Assignment Brief – Part 1
|Unit||CVEN6005 – Advanced Hydraulics & Hydrology|
|Assignment Weight||25% of unit|
|Issue Date||w/c 27th February 2023|
|Due Dates||23:59, 22nd April 2023 (Part 1A) 23:59, 6th May 2023 (Part 1B)|
|Group Size||Maximum 2 students per group Students completing individually should only attempt Tasks 1‐3 and 6‐7|
As part of the ongoing development of a large regional town, a drinking water network needs to be analysed and expanded (Part A). In addition, the stormwater design and subsequent flood risk needs to be established (Part B).
There are two submission events for this assignment:
Part A Submission Requirements:
- A brief report (max page count = 6 pages) as a single PDF file – submitted to turnitin
- Your EPAnet model (.net) file – uploaded to the Bb submission page
Part B Submission Requirements:
- A brief report (max page count = 12 pages) as a single PDF file
For both reports, the file should have standard (25.4mm) margins, minimum font size 11. The maximum page count includes any appendices, contents page and/or cover page, but excludes references. Scanned hand calculations, where deemed appropriate, should be neat and clear, and properly signposted (defining variables, equations and solutions where needed). Diagrams must be numbered, clearly captioned and appropriately referenced in text. Written text should be accurate and succinct, with minimal ambiguity or inaccuracy.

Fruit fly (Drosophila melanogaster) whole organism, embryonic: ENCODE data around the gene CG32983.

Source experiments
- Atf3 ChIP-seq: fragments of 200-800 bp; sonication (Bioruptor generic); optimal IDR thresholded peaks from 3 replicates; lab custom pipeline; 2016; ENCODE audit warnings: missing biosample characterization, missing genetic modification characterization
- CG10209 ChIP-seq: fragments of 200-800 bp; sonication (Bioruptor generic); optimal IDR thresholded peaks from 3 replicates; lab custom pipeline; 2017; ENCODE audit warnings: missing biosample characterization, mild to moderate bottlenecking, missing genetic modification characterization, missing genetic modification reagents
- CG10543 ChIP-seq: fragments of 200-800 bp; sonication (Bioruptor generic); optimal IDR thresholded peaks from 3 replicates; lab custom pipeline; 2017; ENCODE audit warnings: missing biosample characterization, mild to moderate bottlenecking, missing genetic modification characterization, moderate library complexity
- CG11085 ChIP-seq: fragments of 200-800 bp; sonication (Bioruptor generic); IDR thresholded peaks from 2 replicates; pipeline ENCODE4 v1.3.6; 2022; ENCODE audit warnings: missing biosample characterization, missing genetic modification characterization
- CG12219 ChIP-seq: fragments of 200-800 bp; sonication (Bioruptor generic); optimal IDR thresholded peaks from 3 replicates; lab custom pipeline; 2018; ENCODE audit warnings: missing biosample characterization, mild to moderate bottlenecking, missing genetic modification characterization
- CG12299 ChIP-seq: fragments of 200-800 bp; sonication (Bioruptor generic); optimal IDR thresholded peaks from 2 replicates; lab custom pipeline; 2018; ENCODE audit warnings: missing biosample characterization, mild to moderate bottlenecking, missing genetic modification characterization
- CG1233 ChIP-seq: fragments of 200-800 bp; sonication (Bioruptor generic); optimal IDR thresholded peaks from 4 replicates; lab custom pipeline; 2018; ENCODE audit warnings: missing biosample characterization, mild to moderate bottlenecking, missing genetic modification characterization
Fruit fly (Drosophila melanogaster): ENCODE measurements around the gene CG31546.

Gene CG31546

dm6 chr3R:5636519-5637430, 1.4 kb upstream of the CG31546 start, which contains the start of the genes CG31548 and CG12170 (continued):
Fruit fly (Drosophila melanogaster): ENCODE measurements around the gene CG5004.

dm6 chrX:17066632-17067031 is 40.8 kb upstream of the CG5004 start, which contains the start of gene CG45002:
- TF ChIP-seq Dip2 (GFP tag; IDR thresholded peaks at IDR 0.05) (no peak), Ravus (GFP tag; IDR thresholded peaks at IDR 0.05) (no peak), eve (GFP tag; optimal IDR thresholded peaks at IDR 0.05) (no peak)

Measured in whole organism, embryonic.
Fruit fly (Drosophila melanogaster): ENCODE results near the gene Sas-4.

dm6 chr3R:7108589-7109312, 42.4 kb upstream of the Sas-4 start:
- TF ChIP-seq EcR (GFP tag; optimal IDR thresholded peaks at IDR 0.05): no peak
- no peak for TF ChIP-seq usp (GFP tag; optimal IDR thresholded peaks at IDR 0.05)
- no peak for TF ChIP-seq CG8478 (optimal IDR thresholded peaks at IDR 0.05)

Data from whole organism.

Failing to meet the submission requirements detailed above will result in a lower mark being awarded than that suggested by the rubrics given in the assignment.
Late Submission Penalty:
Late submissions will be have 5% removed if submitted from 1 minute to 24 hours after the deadline. Beyond this, an additional 10% is removed per additional day the assignment is overdue. An assessment more than seven (7) calendar days overdue will not be marked and will receive 0%.
This submission assesses the following unit learning outcomes:
- Design and evaluate the hydrologic principles associated with water resources engineering
- Analyse, appraise and design water distribution networks using a variety of industry appropriate methods
Assessment criteria and marking distribution and Engineers Australia competencies addressed The total assessment mark awarded is made up of the marks awarded to each element within the assignment brief. Weightings and marks are given for each section.